Cash balance pension plans assume more risk on the employer than the employee because investment risks are carried by the employer exclusively. Regarding collecting a cash balance plan on retirement, the participant can receive their pension with an annuity or lump sum.

Once an employee collects a lump sum, it is there to spend or invest as they want, including rolling the pension money into another IRA or retirement plan that accepts rollovers.

Related: Want to Lower Your Taxes? Make the Most of Retirement Planning Tools Like 401(k)s and IRAs.

What information should retirement plans include?

There are many retirement plans, each with unique benefits and stipulations. However, one consistent requirement that all plans have is that employers must provide employees with a Summary Plan Description (SPD). Summary Plan Descriptions provide employees with information about plan details, requirements, and notices.

Other key plan information employers must provide includes:

  • Automatic enrollment notice
  • Individual retirement account benefit statements
  • Annual funding notice
  • Plan and investment information
  • Summary of material modifications
  • Summary annual report
  • Notice of significant reduction in future benefit accruals
  • Blackout notice
  • Notice to participants of the underfunded plan
  • Notice of critical or endangered status

Related: Do You Need a Financial Advisor Before the End of the Year? Here's How to Know for Sure

Frequently asked questions about pensions

When researching the right pension plan for you, there is undoubtedly a volume of information to sift through. The frequently asked questions below can help build some basic knowledge before you narrow down your search.

When can employees begin to collect retirement benefits?

Federal law requires payment of retirement benefits to begin the latest of:

  • Reaching age 65 or the age your plan considers to be retirement age
  • 10 years of service
  • Terminating employment

As with all legal documents, make sure you read the fine print of your pension plan. There are certain intricacies with timing, taxes and more that you must follow to collect full benefits.

What is the latest time employees can collect benefits?

Generally: 72. Federal law requires that people start collecting benefits at 72 years old; however, some types of retirement plans require a sooner start date.

How are pension benefits paid?

Pension payment benefits depend on the type of pension plan you have and the type of payment you choose.

If you choose an annuity, you receive periodic payments for the rest of your life. If you choose a lump sum, you receive one large payment of all your benefit money at once.

Will pension benefits continue for the employee's spouse if they die?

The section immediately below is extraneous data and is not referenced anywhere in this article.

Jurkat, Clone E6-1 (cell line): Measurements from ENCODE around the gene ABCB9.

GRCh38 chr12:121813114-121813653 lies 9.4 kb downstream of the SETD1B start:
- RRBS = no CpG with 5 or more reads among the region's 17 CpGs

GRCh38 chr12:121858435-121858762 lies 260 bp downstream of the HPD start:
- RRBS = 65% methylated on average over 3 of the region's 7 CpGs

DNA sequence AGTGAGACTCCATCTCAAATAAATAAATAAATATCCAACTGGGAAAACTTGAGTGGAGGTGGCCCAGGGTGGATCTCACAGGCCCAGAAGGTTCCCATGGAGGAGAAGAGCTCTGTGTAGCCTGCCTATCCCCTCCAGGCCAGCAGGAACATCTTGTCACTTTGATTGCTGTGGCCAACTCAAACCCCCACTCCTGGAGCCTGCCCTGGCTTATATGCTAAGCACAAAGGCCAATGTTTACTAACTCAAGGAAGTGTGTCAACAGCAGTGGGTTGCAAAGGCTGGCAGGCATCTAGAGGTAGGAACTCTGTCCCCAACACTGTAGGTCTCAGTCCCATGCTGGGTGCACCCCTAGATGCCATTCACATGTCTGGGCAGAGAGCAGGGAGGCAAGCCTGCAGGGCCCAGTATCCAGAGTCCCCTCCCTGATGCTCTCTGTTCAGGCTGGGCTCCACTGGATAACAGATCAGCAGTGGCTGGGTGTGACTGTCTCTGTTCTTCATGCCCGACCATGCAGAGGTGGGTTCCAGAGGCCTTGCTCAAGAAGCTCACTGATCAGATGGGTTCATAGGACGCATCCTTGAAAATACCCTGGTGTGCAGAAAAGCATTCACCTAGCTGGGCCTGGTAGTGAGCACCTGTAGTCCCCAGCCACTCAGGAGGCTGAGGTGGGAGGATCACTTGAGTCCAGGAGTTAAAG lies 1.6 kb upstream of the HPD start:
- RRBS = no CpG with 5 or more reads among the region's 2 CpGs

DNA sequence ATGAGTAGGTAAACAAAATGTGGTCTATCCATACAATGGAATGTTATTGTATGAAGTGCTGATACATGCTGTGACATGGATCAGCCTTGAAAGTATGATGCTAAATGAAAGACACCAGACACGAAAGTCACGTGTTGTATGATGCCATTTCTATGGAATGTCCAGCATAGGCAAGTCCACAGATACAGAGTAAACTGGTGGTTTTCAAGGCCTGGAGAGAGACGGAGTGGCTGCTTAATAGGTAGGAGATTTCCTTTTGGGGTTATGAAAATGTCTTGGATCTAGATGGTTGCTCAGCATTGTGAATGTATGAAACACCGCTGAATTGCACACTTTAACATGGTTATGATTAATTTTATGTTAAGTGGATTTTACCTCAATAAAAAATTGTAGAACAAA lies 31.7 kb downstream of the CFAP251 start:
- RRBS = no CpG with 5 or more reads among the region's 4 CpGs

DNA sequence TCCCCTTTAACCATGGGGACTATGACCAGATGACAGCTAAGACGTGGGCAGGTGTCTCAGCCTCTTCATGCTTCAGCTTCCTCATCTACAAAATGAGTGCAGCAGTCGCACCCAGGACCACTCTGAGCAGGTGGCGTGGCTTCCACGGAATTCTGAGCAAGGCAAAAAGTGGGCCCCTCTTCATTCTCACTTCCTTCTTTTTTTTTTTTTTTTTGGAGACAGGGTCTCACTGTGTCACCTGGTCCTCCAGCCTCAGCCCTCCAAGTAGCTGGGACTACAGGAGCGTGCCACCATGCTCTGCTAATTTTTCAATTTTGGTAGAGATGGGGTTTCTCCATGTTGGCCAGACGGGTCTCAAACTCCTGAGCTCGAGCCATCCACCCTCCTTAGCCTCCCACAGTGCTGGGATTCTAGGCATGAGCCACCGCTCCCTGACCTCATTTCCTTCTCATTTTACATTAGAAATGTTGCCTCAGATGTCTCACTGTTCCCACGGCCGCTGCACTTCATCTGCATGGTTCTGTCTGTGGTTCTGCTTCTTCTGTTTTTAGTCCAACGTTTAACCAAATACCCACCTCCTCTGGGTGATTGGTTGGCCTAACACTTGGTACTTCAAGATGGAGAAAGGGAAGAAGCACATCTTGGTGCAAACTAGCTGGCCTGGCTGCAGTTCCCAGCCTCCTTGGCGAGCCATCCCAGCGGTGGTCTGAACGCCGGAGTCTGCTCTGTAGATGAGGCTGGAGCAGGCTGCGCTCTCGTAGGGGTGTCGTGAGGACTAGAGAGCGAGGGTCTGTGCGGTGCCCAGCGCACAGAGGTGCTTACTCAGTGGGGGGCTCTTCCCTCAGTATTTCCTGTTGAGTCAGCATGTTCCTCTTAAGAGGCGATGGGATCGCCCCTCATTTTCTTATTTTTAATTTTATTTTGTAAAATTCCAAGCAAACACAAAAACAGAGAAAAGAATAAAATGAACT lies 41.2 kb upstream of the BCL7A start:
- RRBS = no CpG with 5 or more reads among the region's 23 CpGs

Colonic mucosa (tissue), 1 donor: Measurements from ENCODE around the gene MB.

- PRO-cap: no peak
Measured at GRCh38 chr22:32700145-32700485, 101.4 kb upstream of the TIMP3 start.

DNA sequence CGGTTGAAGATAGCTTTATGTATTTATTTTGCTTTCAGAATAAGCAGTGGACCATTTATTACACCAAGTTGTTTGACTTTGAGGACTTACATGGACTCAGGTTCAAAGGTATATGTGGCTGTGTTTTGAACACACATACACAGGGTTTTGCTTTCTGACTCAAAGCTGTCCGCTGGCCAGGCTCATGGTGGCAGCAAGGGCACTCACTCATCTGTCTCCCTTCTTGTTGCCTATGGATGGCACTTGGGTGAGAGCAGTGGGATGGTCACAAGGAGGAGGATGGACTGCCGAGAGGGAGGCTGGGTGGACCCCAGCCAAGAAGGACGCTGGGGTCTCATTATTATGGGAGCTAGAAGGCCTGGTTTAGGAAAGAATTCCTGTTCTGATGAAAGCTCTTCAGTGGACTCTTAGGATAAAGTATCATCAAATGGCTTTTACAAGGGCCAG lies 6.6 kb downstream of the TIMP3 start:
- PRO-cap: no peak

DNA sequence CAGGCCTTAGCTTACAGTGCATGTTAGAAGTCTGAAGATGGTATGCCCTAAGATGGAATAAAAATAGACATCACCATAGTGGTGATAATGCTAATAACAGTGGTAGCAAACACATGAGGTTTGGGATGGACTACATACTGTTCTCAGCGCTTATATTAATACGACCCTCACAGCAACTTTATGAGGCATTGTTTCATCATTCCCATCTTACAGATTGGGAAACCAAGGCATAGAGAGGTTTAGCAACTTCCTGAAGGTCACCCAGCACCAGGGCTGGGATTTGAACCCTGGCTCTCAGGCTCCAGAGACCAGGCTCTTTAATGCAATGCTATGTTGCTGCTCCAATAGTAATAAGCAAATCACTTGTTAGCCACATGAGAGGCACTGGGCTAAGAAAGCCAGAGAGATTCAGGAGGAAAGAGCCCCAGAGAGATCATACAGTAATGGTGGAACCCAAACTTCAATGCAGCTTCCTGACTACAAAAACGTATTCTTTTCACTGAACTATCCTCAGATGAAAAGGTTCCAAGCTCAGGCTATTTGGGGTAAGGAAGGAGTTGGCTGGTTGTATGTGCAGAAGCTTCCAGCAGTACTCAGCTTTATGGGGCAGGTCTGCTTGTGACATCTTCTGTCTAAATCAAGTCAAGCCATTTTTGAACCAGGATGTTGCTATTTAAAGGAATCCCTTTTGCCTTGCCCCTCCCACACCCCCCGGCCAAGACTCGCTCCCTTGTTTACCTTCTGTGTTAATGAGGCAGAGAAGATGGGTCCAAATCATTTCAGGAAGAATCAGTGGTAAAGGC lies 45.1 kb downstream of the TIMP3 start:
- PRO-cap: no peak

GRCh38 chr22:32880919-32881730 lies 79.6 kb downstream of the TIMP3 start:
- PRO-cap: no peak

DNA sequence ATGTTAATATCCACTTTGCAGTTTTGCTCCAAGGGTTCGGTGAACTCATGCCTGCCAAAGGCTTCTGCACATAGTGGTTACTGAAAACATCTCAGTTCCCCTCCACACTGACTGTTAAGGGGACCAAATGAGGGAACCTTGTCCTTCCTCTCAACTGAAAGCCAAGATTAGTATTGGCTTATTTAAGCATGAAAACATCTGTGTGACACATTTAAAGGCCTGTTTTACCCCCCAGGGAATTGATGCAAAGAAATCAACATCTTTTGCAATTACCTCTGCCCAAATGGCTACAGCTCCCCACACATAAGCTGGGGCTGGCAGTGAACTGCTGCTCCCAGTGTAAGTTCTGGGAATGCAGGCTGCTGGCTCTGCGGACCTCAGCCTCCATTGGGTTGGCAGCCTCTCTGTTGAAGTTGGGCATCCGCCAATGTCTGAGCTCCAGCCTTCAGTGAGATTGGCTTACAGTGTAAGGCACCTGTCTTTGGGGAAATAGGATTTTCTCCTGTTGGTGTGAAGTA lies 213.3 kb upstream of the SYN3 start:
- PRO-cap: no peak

It's up to you. Your surviving spouse automatically receives your benefits on a defined benefit pension plan or money purchase plan unless you choose otherwise. The amount your spouse receives might differ from yours, depending on the details of your plan.

With a defined contribution plan, your surviving spouse automatically receives your benefits even if you pass away before receiving them. You may select a different beneficiary, but your spouse must sign off on that decision.

Can employees borrow from their 401(k) plan accounts?

Yes. Again, this often depends on your 401(k) details, but it is generally possible to take loan money from your plan. Loans typically charge reasonable interest rates, are secured and are limited to the lesser of 50% of your account balance. You must repay the loan within five years.

If an employee leaves before retirement, can they take their retirement benefit with them?

With any defined benefit plan other than the cash balance plan, most plans require you to leave benefits unless otherwise eligible.

Some cash balance plans offer the option to transfer a portion of the account balance to another retirement fund. In a defined contribution plan, most employees can transfer the account balance to the pension plan with their next employer.

Related: Retirement Doesn't Have to Mean Golf Courses and Fishing — It Can Be Whatever You Want It to Be

Choosing the right pension plan for you

Pension plans are a way for people to work towards financial security as part of their employment. There are several different types of pension funds, and they all have their pros, cons and factors that make each the right one for different people.

When choosing your pension plan, read the fine print about contributions, timing, vesting and other vital details.

For more information on personal finance, retirement, and financial planning, visit Entrepreneur to help with your investment decisions.

Entrepreneur Staff

Entrepreneur Staff

Editor